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I would like to preface by saying that I have no significant experience working with set theory, so I'm probably making an intuitive mistake. I have figured out where the mistake probably is, but I can't figure out why it IS a mistake. I figured that this was the best outlet to ask my question.

I was reading about the Continuum Hypothesis on Wikipedia recently, particularly about the fact that it's undecidable in ZFC -- which means that it is undecidable whether or not there is an infinite set whose size is strictly between that of the natural numbers and that of the real numbers. Now, intuitively, a proof that it cannot be disproved would immediately give way to the fact that no counterexample could be constructed (for such a counterexample would disprove it, which is impossible), and thus it must therefore be true. But that's not where I'm going with this.

Cantor proved that the rational numbers are countable -- that there exists a counting method such that, given any integer, you could determine the unique rational number which corresponds to it, and given any rational number, you could determine the unique integer which corresponds to it. The proof is fairly cool, but that's not where I'm going, either. Essentially, this demonstrated that $\aleph_0^2 = \aleph_0$. Then, he went on to prove that all algebraic numbers were countable, which proved the stronger statement that for any finite n, $\aleph_0^n = \aleph_0$. But yet, the cardinality of the real numbers is still strictly greater.

He explicitly determined the cardinality of the real numbers as $2^{\aleph_0}$, or, strictly speaking, for any $\alpha > 1, \mathfrak c = \alpha^{\aleph_0}$, because, no matter which base you're in, the number of real numbers doesn't change. This means that the cardinality of the real numbers is strictly exponential, whereas the cardinality of the countable numbers is strictly polynomial.

This is where my confusion arises. If I construct a set whose size after an infinite number of steps is bounded by any polynomial, it is countable, whereas a set whose size is greater than every polynomial would not be countable.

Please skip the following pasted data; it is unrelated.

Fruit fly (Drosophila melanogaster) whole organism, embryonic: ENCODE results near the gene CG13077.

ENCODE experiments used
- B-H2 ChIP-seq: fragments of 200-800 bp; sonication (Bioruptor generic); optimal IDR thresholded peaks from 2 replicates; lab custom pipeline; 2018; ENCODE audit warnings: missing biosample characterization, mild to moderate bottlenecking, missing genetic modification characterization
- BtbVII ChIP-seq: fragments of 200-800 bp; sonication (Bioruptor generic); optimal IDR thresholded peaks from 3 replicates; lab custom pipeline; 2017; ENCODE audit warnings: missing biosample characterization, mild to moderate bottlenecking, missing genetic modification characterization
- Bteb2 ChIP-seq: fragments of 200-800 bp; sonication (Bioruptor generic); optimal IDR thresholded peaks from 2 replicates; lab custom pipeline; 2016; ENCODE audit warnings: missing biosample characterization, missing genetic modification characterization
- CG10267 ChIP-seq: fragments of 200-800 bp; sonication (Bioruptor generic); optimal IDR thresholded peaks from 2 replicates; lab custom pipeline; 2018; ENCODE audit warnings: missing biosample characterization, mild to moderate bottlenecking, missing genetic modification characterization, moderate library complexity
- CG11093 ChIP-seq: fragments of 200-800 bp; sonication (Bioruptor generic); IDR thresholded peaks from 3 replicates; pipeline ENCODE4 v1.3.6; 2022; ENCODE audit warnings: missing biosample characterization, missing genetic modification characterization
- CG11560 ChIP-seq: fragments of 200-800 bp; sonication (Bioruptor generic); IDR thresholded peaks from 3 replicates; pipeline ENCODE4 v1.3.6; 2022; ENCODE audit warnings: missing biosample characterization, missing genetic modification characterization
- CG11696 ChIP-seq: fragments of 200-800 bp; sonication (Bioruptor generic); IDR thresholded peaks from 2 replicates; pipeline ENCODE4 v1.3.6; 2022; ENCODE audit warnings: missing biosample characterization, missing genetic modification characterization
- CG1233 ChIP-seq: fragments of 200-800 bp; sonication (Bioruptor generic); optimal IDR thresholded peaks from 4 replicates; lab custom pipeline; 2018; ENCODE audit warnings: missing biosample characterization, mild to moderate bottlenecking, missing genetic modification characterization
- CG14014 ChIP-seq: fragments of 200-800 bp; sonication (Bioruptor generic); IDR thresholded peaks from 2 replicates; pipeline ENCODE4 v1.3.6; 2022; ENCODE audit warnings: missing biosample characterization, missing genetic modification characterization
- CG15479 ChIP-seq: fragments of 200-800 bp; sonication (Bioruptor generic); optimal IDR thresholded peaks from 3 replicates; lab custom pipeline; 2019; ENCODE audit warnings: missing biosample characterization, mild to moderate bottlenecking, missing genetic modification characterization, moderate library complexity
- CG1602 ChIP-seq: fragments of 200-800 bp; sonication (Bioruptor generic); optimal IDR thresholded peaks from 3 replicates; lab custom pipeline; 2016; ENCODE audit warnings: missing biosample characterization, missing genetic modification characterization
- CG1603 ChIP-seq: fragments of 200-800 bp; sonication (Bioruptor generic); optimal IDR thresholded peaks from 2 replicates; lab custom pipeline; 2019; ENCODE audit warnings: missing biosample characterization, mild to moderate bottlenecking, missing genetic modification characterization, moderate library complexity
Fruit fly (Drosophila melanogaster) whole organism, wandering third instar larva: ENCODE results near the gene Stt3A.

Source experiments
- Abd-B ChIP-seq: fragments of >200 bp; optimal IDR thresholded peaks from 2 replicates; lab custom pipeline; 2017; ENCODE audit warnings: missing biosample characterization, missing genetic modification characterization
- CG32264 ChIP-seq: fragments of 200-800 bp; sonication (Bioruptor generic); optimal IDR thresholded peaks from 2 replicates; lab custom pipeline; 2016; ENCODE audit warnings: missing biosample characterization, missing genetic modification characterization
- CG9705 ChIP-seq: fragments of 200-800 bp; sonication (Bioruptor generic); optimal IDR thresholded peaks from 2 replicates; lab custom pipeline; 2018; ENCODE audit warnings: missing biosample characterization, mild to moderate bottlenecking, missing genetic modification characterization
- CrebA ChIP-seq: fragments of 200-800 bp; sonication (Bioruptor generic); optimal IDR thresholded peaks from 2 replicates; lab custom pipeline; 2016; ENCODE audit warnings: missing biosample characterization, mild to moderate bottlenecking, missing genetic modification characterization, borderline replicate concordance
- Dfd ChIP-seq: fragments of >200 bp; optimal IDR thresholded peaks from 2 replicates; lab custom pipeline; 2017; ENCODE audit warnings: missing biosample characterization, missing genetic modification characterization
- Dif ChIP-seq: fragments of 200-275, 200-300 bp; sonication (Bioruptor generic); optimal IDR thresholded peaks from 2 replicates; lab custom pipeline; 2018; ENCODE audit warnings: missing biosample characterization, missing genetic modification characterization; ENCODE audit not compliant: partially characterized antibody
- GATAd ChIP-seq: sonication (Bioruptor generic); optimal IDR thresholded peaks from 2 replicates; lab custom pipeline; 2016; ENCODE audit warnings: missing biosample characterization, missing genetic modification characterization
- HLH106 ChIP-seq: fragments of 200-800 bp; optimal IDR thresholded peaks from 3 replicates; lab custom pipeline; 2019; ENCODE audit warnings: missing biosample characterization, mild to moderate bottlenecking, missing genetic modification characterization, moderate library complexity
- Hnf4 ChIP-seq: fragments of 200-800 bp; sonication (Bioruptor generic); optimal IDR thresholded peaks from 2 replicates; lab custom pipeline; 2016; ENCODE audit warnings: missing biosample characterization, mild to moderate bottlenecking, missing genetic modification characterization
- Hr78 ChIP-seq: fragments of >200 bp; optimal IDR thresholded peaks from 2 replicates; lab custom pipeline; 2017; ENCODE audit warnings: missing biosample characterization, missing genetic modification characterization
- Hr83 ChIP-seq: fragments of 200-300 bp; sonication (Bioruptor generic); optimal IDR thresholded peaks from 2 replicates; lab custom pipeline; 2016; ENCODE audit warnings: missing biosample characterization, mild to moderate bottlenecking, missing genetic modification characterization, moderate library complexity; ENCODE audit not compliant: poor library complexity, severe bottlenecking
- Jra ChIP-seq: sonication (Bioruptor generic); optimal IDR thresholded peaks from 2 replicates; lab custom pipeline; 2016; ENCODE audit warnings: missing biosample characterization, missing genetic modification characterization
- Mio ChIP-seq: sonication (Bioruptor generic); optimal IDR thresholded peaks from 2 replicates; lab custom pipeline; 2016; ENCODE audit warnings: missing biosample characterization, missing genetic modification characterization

The Adleman–Pomerance–Rumely_primality_test has running time, for a given n, of $n^{O\log(\log(n))}$, which is of super-polynomial running time -- there exists no polynomial that is strictly greater than that function. However, it is also sub-exponential -- there exists no exponential function that is strictly less than it, either. Therefore, it exists between the polynomials and exponentials.

Using this, I can construct a set of numbers whose size after n steps is equal to $f(n) = n^{O\log(\log(n))}$ by appending approximately f'(n) unique values to the end of the set. I have now explicitly constructed an infinite set whose size is $\aleph_0^{\log(\log(\aleph_0))}$, have I not? And, as I said before, it is, eventually, larger than any set whose size grows polynomially. But it is also smaller than every set whose size grows exponentially.

Of course, it also turns out that this set is countable -- I can give you the numbers in the set, if you so wish. But that's only part of the problem.

Using the same method, I can also construct a set whose size grows exponentially, if I only change my function to $f(n) = 2^n$. I then append f'(n) unique values to the end of my set and, voila, as I take a countably infinite number of steps, namely $\aleph_0$, the size of my set becomes $2^{\aleph_0}$, the cardinality of the continuum -- but, as before, I can tell the nth item in my set, and if you give me any item in my set, I can tell you exactly where it lies.

Thus is my question: What did I do wrong? Either I have shown that $2^{\aleph_0} = \aleph_0$, which is exceedingly unlikely, or my assumption that my new set's size is equal to $2^{\aleph_0}$ is incorrect, and I cannot understand why.

Any help would be appreciated, thanks!

--Gabriel Benamy

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Seems that you were led astray by notation. The exponential notation for cardinal numbers has nothing to do with asymptotics of the exponential function, or with exponentiation as a series of multiplications, or anything else in arithmetics. – Sergei Ivanov Mar 29 '10 at 15:04
up vote 6 down vote accepted

The problem lies with your interpretation of the notation $2^{\aleph_0}$ and $\aleph_0^n.$ These do not mean that your set is constructed from finite sets with a specified rate of growth.

Let $A$ be the cardinality of a set. e.g. $A = 2$ or $A=\aleph_0.$

$A^n$ is the cardinality of the n-fold cartesian product of a set with cardinality $A.$

$2^{A}$ is the cardinality of the power set, i.e. the set of all subsets, of a set with cardinality $A.$

Your interpretation in terms of rates of growth does not work. The reason for this notation is that when $A$ is finite, the arithmetic interpretation works. That is, if $S$ is a set with $k$ elements, then $S^n$ has $k^n$ elements, and there are $2^k$ subsets of $S.$